Working as a landscaper for his current employer was the precursor to a career in aviation.
After graduating from California State University in Chico, Robert Baumgartner returned to his hometown of Red Bluff, California—also home to PJ Helicopters—and began work as a landscaper at the company.
“I didn’t have a clue about wanting a career in aviation,” Baumgartner says.
As he tended the grounds, he looked up and saw the company’s helicopters flying various operations, including aerial surveillance, search-and-rescue, and aerial photography, among others. “These are just beautiful machines,” Baumgartner thought to himself.
One day, PJ Helicopters had an opening for an aviation maintenance apprentice, and Baumgartner jumped at the opportunity. Now 24 years old, Baumgartner works as an aviation mechanic on PJ Helicopters’ Bell 407s. He says he loves his job and is looking forward to a long career maintaining helicopters at the company.
To support the continuation of that career, in 2022 Baumgartner won a Bill Sanderson Aviation Maintenance Technician (AMT) Scholarship, which includes a two-week training program at MD Helicopters in Mesa, Arizona. “So, with us having a few MD helicopters at PJ’s, the scholarship is going to provide a lot of knowledge to me that I can pass on to others here as well,” he says.
Words of Wisdom to Wannabes
Baumgartner is encouraging when asked what advice he would give others considering a career in aviation maintenance. “Come to work every day a little bit early and soak in all the knowledge you can get,” he says. “If you work hard, you get yourself in a mindset where you know you want to succeed and you’ve just got to push for it.”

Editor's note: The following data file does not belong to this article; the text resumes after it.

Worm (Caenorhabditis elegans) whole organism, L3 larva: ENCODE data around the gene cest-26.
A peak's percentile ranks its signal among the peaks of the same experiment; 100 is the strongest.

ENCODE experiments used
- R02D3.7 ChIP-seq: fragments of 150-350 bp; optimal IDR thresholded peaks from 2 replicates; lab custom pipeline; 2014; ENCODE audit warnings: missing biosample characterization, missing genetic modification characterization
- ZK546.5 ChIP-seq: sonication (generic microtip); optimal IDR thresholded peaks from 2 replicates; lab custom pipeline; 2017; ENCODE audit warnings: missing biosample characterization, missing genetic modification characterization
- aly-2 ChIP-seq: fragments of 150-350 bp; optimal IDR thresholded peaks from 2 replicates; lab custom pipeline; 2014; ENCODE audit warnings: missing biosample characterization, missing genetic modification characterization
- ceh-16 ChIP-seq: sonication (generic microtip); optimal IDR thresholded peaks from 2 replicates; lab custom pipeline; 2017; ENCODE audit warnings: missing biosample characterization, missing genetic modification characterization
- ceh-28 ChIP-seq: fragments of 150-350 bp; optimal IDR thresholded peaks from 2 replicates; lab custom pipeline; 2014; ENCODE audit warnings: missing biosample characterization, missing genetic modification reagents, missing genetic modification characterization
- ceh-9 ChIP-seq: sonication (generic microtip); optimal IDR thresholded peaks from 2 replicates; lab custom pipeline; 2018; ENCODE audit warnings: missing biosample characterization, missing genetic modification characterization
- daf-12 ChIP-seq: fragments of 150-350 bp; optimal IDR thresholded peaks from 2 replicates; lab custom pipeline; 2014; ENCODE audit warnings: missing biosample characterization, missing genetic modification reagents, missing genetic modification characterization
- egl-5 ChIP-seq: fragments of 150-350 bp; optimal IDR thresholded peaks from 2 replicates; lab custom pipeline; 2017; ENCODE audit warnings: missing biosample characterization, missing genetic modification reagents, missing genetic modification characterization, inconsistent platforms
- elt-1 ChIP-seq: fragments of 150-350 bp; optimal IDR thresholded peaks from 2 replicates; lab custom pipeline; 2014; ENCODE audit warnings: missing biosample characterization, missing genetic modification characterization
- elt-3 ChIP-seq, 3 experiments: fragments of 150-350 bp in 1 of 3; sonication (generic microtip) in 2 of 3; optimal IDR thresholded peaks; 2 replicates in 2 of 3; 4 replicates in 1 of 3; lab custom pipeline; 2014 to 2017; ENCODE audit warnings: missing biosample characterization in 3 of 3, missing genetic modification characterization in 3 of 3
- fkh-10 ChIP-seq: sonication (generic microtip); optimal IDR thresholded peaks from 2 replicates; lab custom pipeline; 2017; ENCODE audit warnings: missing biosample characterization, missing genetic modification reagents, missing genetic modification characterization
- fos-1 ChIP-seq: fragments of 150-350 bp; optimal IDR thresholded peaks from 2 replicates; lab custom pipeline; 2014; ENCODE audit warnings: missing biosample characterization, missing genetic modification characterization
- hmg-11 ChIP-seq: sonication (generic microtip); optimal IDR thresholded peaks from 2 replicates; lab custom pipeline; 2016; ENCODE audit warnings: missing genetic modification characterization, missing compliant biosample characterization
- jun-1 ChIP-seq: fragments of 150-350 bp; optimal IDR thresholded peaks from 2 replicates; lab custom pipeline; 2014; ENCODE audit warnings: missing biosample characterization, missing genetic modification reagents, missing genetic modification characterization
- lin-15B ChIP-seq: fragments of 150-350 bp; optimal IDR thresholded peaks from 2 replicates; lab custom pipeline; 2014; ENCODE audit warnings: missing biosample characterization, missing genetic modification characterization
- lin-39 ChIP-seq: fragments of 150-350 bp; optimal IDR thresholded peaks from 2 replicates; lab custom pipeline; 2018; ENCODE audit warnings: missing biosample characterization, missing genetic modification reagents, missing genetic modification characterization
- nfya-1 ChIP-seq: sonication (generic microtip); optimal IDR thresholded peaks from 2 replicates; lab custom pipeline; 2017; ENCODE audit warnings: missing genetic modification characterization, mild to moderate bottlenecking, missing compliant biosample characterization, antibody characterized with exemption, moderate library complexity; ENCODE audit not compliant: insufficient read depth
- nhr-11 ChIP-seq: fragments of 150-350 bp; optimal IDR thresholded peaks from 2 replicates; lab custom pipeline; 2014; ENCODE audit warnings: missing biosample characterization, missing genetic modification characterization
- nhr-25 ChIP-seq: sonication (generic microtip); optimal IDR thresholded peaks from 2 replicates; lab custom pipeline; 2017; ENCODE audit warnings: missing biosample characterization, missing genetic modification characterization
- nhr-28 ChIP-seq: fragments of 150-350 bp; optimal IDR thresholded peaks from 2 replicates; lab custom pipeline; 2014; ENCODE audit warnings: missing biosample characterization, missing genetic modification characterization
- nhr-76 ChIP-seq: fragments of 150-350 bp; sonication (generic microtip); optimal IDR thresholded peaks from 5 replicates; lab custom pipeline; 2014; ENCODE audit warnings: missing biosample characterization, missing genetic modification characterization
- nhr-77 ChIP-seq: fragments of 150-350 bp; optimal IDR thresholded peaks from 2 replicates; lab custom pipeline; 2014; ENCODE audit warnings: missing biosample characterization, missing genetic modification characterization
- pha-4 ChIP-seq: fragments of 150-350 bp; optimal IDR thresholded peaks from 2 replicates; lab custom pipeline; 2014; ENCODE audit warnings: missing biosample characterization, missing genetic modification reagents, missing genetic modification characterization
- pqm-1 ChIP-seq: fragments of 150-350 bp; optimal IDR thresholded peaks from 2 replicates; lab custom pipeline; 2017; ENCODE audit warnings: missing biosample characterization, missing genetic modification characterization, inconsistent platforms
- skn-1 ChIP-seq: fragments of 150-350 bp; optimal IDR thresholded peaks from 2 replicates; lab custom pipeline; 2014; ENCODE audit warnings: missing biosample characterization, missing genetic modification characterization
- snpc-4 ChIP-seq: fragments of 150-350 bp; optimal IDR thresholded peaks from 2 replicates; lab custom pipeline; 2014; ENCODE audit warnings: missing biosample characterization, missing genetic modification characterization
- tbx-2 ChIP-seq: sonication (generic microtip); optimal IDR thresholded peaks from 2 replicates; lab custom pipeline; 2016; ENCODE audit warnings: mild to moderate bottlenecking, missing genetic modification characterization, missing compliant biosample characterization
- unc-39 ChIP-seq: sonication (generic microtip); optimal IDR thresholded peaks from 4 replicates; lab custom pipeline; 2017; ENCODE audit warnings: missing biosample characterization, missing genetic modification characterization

And always be open to learning, he adds, noting that listening to stories in the company break room from veteran aviation techs gave him key insights. “I was just lucky enough to get in at a good company and have a lot of good guys around me who feed that fire I feel for my work.”
Baumgartner says the most important part of his job is safety. “Aviation is very, very rewarding and also very terrifying. The rewarding part of my job is having a helicopter come in safely,” he says. “I do the inspection. I do whatever needs to be done—even the small stuff. Then, the helicopter lifts off the ground, and I say a little prayer.”
Key to safety success, Baumgartner says, is a safety culture, which he calls “huge,” adding that it’s “a massive deal in aviation. There’s never a point where you should be an ‘I-know-everything’ kind of person. I ground myself constantly and believe in being humble.
“This is somebody’s life on this helicopter after I do my maintenance on it. In a split second, it can come down. So being humble is my biggest piece of advice.”